• Mereiter S.
      • Balmana M.
      • Campos D.
      • Gomes J.
      • Reis C.A.
      Glycosylation in the era of cancer-targeted therapy: Where are we heading?.
      ,
      • Kim Y.J.
      • Varki A.
      Perspectives on the significance of altered glycosylation of glycoproteins in cancer.
      ), and 3-O-sulfation of the Gal and 6-O-sulfation of both Gal and GalNAc in the core1 O-glycan have been identified on mucin1 purified from a breast cancer cell line, as well as on mucin7 isolated from arthritis patients (
      • Flowers S.A.
      • Lane C.S.
      • Karlsson N.G.
      Deciphering isomers with a multiple reaction monitoring method for the complete detectable O-glycan repertoire of the candidate therapeutic, lubricin.
      ,
      • Seko A.
      • Ohkura T.
      • Ideo H.
      • Yamashita K.
      Novel O-linked glycans containing 6'-sulfo-Gal/GalNAc of MUC1 secreted from human breast cancer YMB-S cells: Possible carbohydrate epitopes of KL-6(MUC1) monoclonal antibody.
      ,
      • Flowers S.A.
      • Ali L.
      • Lane C.S.
      • Olin M.
      • Karlsson N.G.
      Selected reaction monitoring to differentiate and relatively quantitate isomers of sulfated and unsulfated core 1 O-glycans from salivary MUC7 protein in rheumatoid arthritis.
      ). We previously demonstrated how availability of cells with homogeneous O-glycoforms allow for the production of immunogens that can be used to elicit novel antibodies with highly select specificity for aberrant O-glycoforms of glycoproteins (
      • Steentoft C.
      • Fuhrmann M.
      • Battisti F.
      • Van Coillie J.
      • Madsen T.D.
      • Campos D.
      • Halim A.
      • Vakhrushev S.Y.
      • Joshi H.J.
      • Schreiber H.
      • Mandel U.
      • Narimatsu Y.
      A strategy for generating cancer-specific monoclonal antibodies to aberrant O-glycoproteins: Identification of a novel dysadherin-Tn antibody.
      ), and we envisage that the developed cell expression system for sulfated core1 O-glycans can be used to develop such probes.
      We were unable to convincingly demonstrate sulfation of Tn, although the SDS-PAGE analysis of the mucin1 reporter expressed in cells with CHST3 and not CHST1 did suggest some degree of sulfation (Fig. 3B). CHST1 was initially found to 6-O-sulfate the Gal residue in KS and later reported to have activity with mSTa but relatively lower or no activity toward T and Tn structures by in vitro assays (
      • Seko A.
      • Ohkura T.
      • Ideo H.
      • Yamashita K.
      Novel O-linked glycans containing 6'-sulfo-Gal/GalNAc of MUC1 secreted from human breast cancer YMB-S cells: Possible carbohydrate epitopes of KL-6(MUC1) monoclonal antibody.
      ,
      • Fukuta M.
      • Inazawa J.
      • Torii T.
      • Tsuzuki K.
      • Shimada E.
      • Habuchi O.
      Molecular cloning and characterization of human keratan sulfate Gal-6-sulfotransferase.
      ). More recently, CHST1 was shown to induce strong binding of Siglec-7 and 15 to core1 O-glycans (
      • Bull C.
      • Nason R.
      • Sun L.
      • Van Coillie J.
      • Madriz Sorensen D.
      • Moons S.J.
      • Yang Z.
      • Arbitman S.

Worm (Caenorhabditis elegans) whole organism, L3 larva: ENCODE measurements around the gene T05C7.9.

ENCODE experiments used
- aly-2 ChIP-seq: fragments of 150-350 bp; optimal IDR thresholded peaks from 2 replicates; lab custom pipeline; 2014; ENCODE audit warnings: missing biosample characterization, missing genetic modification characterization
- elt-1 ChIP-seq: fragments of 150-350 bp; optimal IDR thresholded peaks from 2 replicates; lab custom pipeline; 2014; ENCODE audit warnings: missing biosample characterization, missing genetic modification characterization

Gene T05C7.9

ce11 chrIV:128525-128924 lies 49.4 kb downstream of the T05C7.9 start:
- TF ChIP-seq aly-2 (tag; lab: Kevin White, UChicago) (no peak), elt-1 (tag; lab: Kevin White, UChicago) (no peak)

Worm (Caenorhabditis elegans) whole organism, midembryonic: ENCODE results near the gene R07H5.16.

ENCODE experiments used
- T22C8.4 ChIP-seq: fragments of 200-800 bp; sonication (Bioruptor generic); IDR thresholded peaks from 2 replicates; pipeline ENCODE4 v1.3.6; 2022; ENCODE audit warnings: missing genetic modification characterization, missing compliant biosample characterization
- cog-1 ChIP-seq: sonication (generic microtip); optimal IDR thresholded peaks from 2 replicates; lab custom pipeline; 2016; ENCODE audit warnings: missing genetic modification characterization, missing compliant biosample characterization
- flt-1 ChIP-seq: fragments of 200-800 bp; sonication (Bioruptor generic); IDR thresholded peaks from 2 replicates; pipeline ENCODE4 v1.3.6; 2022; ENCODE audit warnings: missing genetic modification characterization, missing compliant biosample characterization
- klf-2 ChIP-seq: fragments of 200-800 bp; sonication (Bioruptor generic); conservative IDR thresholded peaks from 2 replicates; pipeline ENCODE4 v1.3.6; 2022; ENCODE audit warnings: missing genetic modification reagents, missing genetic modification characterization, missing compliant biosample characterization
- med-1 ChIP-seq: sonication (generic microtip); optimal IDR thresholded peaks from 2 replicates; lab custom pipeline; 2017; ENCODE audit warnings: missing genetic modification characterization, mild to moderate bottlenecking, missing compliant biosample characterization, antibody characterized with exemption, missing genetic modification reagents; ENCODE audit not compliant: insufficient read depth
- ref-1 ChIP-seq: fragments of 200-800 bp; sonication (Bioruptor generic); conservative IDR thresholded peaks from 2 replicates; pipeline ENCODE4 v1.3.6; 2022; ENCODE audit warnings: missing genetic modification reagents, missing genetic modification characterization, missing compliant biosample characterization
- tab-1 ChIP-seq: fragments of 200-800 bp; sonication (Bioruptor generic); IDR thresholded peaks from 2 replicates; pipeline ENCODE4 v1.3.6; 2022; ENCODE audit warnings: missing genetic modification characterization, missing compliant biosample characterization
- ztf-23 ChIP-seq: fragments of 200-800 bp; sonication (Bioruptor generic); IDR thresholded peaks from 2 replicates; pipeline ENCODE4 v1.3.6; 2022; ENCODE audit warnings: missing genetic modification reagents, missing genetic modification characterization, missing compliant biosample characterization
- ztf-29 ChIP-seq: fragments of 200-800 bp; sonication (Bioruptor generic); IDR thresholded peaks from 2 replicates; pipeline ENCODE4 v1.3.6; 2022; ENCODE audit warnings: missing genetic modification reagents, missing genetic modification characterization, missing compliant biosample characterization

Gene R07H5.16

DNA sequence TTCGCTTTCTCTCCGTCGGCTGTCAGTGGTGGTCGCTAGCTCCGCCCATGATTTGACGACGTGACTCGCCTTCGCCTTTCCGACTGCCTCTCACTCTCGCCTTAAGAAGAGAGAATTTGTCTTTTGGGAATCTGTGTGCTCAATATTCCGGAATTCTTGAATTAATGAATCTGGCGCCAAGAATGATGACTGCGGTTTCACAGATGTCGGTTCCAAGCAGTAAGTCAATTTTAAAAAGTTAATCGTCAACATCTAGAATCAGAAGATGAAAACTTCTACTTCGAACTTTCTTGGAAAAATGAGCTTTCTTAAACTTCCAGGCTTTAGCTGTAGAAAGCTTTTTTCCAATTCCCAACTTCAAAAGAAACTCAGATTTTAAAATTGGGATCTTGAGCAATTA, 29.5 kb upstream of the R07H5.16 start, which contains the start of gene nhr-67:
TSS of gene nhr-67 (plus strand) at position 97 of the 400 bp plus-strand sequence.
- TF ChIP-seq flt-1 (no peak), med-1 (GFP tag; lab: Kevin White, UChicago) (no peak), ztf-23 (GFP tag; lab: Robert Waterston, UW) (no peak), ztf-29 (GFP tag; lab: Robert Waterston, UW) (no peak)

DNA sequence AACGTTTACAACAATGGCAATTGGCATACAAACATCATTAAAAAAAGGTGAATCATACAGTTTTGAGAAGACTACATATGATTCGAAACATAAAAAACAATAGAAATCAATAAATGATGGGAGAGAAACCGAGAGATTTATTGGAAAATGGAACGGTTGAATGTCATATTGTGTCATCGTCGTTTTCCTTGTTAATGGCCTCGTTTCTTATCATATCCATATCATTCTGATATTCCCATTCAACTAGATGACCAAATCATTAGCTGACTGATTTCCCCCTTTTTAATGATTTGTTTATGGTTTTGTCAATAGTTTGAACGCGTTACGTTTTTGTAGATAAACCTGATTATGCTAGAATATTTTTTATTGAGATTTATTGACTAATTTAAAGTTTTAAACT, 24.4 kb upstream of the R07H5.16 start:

• Fernandes S.M.
      • Furukawa S.
      • McBride R.
      • Nycholat C.M.
      • Adema G.J.
      • Paulson J.C.
      • Schnaar R.L.
      • et al.
      Probing the binding specificities of human Siglecs by cell-based glycan arrays.
      ,
      • Seko A.
      • Ohkura T.
      • Ideo H.
      • Yamashita K.
      Novel O-linked glycans containing 6'-sulfo-Gal/GalNAc of MUC1 secreted from human breast cancer YMB-S cells: Possible carbohydrate epitopes of KL-6(MUC1) monoclonal antibody.
      ,
      • Fukuta M.
      • Inazawa J.
      • Torii T.
      • Tsuzuki K.
      • Shimada E.
      • Habuchi O.
      Molecular cloning and characterization of human keratan sulfate Gal-6-sulfotransferase.
      ). None of the 6-O-sulfotransferases have been reported to sulfate GalNAc in Tn structure, whereas CHST1 is reported to sulfate GalNAc in mSTa, and CHST3 is evolutionary the most closest one to CHST1, which can sulfate GalNAc residue in chondroitin sulfate (
      • Seko A.
      • Ohkura T.
      • Ideo H.
      • Yamashita K.
      Novel O-linked glycans containing 6'-sulfo-Gal/GalNAc of MUC1 secreted from human breast cancer YMB-S cells: Possible carbohydrate epitopes of KL-6(MUC1) monoclonal antibody.
      ,
      • Fukuta M.
      • Kobayashi Y.
      • Uchimura K.
      • Kimata K.
      • Habuchi O.
      Molecular cloning and expression of human chondroitin 6-sulfotransferase.
      ,
      • Tsutsumi K.
      • Shimakawa H.
      • Kitagawa H.
      • Sugahara K.
      Functional expression and genomic structure of human chondroitin 6-sulfotransferase.
      ) (Fig. S1).
      Engineering sulfation capacities in HEK293 cells provides a valuable platform for cell-based display of sulfated glycans and interrogation of the specificities of glycan-binding proteins (
      • Bull C.
      • Nason R.
      • Sun L.
      • Van Coillie J.
      • Madriz Sorensen D.
      • Moons S.J.
      • Yang Z.
      • Arbitman S.
      • Fernandes S.M.
      • Furukawa S.
      • McBride R.
      • Nycholat C.M.
      • Adema G.J.
      • Paulson J.C.
      • Schnaar R.L.
      • et al.
      Probing the binding specificities of human Siglecs by cell-based glycan arrays.
      ,
      • Narimatsu Y.
      • Joshi H.J.
      • Nason R.
      • Van Coillie J.
      • Karlsson R.
      • Sun L.
      • Ye Z.
      • Chen Y.H.
      • Schjoldager K.T.
      • Steentoft C.
      • Furukawa S.
      • Bensing B.A.
      • Sullam P.M.
      • Thompson A.J.
      • Paulson J.C.
      • et al.